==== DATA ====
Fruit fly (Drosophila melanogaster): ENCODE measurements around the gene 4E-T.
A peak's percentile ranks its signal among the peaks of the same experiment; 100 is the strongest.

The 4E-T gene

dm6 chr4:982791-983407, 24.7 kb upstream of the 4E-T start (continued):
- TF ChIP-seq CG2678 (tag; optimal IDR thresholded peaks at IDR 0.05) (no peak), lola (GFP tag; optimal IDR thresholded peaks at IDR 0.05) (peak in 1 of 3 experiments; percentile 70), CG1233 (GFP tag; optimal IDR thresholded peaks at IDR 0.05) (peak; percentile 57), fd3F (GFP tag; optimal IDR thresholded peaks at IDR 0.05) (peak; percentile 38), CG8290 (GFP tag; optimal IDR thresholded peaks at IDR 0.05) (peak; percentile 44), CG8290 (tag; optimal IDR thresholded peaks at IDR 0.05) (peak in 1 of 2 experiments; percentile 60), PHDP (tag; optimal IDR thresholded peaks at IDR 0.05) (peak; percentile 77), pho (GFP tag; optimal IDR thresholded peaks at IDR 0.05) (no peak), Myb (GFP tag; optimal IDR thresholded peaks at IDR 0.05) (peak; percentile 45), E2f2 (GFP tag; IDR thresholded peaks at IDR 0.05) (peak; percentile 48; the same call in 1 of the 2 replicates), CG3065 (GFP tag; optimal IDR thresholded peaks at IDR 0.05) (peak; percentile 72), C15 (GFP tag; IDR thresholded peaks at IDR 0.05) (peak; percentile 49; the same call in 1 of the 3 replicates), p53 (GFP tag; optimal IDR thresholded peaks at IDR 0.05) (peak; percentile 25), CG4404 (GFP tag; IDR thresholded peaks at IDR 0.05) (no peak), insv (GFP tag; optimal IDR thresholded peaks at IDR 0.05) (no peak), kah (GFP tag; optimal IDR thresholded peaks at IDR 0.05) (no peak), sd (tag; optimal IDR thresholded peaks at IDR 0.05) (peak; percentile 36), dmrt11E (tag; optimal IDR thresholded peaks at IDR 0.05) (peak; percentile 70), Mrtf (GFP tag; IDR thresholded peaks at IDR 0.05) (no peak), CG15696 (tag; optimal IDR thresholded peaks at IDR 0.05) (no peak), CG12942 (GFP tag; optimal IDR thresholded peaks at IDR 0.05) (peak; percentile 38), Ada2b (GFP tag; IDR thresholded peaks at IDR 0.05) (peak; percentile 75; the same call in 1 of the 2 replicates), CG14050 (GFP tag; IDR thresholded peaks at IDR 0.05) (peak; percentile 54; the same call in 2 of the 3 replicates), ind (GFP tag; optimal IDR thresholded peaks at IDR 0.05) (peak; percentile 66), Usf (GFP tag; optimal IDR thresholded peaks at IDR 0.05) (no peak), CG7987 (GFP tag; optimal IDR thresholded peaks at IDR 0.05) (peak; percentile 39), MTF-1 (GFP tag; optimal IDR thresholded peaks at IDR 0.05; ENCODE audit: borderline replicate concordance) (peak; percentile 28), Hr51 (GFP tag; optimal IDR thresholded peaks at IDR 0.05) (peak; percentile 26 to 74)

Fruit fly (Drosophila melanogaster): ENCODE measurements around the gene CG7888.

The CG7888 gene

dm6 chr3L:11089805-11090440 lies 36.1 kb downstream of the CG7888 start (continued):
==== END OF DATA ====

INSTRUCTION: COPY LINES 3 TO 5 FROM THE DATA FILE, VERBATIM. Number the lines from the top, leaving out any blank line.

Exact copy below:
The 4E-T gene

dm6 chr4:982791-983407, 24.7 kb upstream of the 4E-T start (continued):
- TF ChIP-seq CG2678 (tag; optimal IDR thresholded peaks at IDR 0.05) (no peak), lola (GFP tag; optimal IDR thresholded peaks at IDR 0.05) (peak in 1 of 3 experiments; percentile 70), CG1233 (GFP tag; optimal IDR thresholded peaks at IDR 0.05) (peak; percentile 57), fd3F (GFP tag; optimal IDR thresholded peaks at IDR 0.05) (peak; percentile 38), CG8290 (GFP tag; optimal IDR thresholded peaks at IDR 0.05) (peak; percentile 44), CG8290 (tag; optimal IDR thresholded peaks at IDR 0.05) (peak in 1 of 2 experiments; percentile 60), PHDP (tag; optimal IDR thresholded peaks at IDR 0.05) (peak; percentile 77), pho (GFP tag; optimal IDR thresholded peaks at IDR 0.05) (no peak), Myb (GFP tag; optimal IDR thresholded peaks at IDR 0.05) (peak; percentile 45), E2f2 (GFP tag; IDR thresholded peaks at IDR 0.05) (peak; percentile 48; the same call in 1 of the 2 replicates), CG3065 (GFP tag; optimal IDR thresholded peaks at IDR 0.05) (peak; percentile 72), C15 (GFP tag; IDR thresholded peaks at IDR 0.05) (peak; percentile 49; the same call in 1 of the 3 replicates), p53 (GFP tag; optimal IDR thresholded peaks at IDR 0.05) (peak; percentile 25), CG4404 (GFP tag; IDR thresholded peaks at IDR 0.05) (no peak), insv (GFP tag; optimal IDR thresholded peaks at IDR 0.05) (no peak), kah (GFP tag; optimal IDR thresholded peaks at IDR 0.05) (no peak), sd (tag; optimal IDR thresholded peaks at IDR 0.05) (peak; percentile 36), dmrt11E (tag; optimal IDR thresholded peaks at IDR 0.05) (peak; percentile 70), Mrtf (GFP tag; IDR thresholded peaks at IDR 0.05) (no peak), CG15696 (tag; optimal IDR thresholded peaks at IDR 0.05) (no peak), CG12942 (GFP tag; optimal IDR thresholded peaks at IDR 0.05) (peak; percentile 38), Ada2b (GFP tag; IDR thresholded peaks at IDR 0.05) (peak; percentile 75; the same call in 1 of the 2 replicates), CG14050 (GFP tag; IDR thresholded peaks at IDR 0.05) (peak; percentile 54; the same call in 2 of the 3 replicates), ind (GFP tag; optimal IDR thresholded peaks at IDR 0.05) (peak; percentile 66), Usf (GFP tag; optimal IDR thresholded peaks at IDR 0.05) (no peak), CG7987 (GFP tag; optimal IDR thresholded peaks at IDR 0.05) (peak; percentile 39), MTF-1 (GFP tag; optimal IDR thresholded peaks at IDR 0.05; ENCODE audit: borderline replicate concordance) (peak; percentile 28), Hr51 (GFP tag; optimal IDR thresholded peaks at IDR 0.05) (peak; percentile 26 to 74)